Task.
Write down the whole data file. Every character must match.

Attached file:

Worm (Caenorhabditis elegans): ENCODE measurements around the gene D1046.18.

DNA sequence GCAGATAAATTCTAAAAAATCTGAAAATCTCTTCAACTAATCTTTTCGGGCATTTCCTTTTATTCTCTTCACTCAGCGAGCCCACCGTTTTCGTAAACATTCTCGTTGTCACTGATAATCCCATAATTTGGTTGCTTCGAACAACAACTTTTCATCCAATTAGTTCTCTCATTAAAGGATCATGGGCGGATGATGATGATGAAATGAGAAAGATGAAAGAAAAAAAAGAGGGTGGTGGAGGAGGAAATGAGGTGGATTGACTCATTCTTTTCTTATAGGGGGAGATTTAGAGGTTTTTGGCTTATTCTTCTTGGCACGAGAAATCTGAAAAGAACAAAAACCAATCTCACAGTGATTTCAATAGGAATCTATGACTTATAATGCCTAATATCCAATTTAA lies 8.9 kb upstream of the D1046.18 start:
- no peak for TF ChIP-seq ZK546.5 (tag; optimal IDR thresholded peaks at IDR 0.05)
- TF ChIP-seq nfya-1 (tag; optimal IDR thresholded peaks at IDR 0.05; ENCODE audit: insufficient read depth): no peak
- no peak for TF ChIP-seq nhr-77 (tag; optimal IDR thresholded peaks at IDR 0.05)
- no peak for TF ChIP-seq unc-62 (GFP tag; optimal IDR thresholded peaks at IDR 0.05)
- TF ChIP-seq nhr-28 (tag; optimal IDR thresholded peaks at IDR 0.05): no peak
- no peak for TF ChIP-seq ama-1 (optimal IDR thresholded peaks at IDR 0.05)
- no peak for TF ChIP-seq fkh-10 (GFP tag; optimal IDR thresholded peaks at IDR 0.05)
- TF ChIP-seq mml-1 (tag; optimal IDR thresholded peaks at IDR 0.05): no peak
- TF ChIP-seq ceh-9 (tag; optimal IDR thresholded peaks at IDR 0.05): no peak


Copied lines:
Worm (Caenorhabditis elegans): ENCODE measurements around the gene D1046.18.

DNA sequence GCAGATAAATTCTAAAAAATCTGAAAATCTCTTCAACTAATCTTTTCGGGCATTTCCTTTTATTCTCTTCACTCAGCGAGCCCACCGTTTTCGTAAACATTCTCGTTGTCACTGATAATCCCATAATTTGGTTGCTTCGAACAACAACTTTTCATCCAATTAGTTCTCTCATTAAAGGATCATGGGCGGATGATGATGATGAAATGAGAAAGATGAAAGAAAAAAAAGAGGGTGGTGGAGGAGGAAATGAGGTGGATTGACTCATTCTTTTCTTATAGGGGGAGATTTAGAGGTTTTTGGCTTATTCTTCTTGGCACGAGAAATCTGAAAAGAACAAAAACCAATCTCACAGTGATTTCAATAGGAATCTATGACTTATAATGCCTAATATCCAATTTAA lies 8.9 kb upstream of the D1046.18 start:
- no peak for TF ChIP-seq ZK546.5 (tag; optimal IDR thresholded peaks at IDR 0.05)
- TF ChIP-seq nfya-1 (tag; optimal IDR thresholded peaks at IDR 0.05; ENCODE audit: insufficient read depth): no peak
- no peak for TF ChIP-seq nhr-77 (tag; optimal IDR thresholded peaks at IDR 0.05)
- no peak for TF ChIP-seq unc-62 (GFP tag; optimal IDR thresholded peaks at IDR 0.05)
- TF ChIP-seq nhr-28 (tag; optimal IDR thresholded peaks at IDR 0.05): no peak
- no peak for TF ChIP-seq ama-1 (optimal IDR thresholded peaks at IDR 0.05)
- no peak for TF ChIP-seq fkh-10 (GFP tag; optimal IDR thresholded peaks at IDR 0.05)
- TF ChIP-seq mml-1 (tag; optimal IDR thresholded peaks at IDR 0.05): no peak
- TF ChIP-seq ceh-9 (tag; optimal IDR thresholded peaks at IDR 0.05): no peak